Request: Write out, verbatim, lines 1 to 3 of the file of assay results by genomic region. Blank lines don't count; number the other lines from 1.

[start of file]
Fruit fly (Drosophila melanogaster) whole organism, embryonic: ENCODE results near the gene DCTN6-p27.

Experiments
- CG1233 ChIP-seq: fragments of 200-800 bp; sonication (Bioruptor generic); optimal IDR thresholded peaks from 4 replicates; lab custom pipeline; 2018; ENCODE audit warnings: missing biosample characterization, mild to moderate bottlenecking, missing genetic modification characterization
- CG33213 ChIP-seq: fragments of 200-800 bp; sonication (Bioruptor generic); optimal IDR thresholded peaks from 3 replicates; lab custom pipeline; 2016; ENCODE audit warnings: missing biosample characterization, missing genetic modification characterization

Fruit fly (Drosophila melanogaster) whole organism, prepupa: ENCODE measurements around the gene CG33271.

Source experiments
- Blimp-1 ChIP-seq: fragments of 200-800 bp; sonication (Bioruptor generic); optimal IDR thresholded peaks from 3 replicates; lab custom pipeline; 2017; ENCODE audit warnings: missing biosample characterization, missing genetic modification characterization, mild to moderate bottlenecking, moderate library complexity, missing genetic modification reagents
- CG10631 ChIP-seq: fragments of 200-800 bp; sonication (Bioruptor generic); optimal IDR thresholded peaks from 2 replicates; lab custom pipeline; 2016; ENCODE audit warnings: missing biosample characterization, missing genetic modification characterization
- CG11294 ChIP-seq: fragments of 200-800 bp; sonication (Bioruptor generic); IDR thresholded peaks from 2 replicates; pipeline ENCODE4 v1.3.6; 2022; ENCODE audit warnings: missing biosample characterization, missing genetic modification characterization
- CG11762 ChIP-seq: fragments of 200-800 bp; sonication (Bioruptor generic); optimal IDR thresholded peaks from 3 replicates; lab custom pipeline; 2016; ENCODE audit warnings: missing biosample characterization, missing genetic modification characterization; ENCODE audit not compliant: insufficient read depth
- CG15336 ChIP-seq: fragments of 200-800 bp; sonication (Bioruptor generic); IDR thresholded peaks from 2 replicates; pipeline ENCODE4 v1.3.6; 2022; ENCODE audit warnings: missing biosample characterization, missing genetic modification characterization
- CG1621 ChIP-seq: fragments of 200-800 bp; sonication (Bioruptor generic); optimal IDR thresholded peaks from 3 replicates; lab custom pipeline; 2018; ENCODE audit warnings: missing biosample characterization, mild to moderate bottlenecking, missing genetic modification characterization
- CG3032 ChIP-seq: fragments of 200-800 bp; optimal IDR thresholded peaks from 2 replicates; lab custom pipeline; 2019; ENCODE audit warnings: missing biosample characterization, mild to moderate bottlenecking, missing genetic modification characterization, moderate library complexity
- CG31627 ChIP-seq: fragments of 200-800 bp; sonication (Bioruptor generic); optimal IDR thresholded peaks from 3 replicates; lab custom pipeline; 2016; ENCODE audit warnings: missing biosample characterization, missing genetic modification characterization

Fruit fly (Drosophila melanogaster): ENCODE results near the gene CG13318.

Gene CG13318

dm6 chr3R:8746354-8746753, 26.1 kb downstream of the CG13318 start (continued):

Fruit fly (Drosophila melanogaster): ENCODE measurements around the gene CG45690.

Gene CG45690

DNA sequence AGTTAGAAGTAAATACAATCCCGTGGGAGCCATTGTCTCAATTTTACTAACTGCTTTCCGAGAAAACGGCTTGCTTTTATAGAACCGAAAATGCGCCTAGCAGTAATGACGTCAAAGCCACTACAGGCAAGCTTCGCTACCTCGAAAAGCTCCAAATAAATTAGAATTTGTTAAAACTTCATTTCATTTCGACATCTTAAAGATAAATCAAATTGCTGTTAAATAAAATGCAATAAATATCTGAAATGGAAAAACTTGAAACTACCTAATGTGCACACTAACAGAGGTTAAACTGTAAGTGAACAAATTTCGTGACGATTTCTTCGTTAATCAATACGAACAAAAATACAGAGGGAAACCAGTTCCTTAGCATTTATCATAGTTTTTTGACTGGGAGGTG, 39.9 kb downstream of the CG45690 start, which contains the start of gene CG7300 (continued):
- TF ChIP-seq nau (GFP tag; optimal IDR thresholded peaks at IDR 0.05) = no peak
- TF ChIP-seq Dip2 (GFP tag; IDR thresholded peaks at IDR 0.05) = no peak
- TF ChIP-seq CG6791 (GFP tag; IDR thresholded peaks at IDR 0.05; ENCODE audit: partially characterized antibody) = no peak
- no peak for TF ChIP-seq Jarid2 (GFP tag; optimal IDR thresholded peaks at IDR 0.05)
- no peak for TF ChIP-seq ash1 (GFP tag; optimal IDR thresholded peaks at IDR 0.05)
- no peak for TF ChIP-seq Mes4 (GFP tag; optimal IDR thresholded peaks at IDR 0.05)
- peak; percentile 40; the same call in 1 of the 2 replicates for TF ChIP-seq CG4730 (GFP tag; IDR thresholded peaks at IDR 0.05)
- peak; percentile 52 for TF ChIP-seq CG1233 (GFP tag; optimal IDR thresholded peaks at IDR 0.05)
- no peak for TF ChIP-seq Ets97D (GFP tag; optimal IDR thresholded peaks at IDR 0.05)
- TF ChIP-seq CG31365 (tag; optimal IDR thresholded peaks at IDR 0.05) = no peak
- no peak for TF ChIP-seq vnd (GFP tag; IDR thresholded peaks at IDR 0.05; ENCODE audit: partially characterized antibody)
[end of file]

Fruit fly (Drosophila melanogaster) whole organism, embryonic: ENCODE results near the gene DCTN6-p27.

Experiments
- CG1233 ChIP-seq: fragments of 200-800 bp; sonication (Bioruptor generic); optimal IDR thresholded peaks from 4 replicates; lab custom pipeline; 2018; ENCODE audit warnings: missing biosample characterization, mild to moderate bottlenecking, missing genetic modification characterization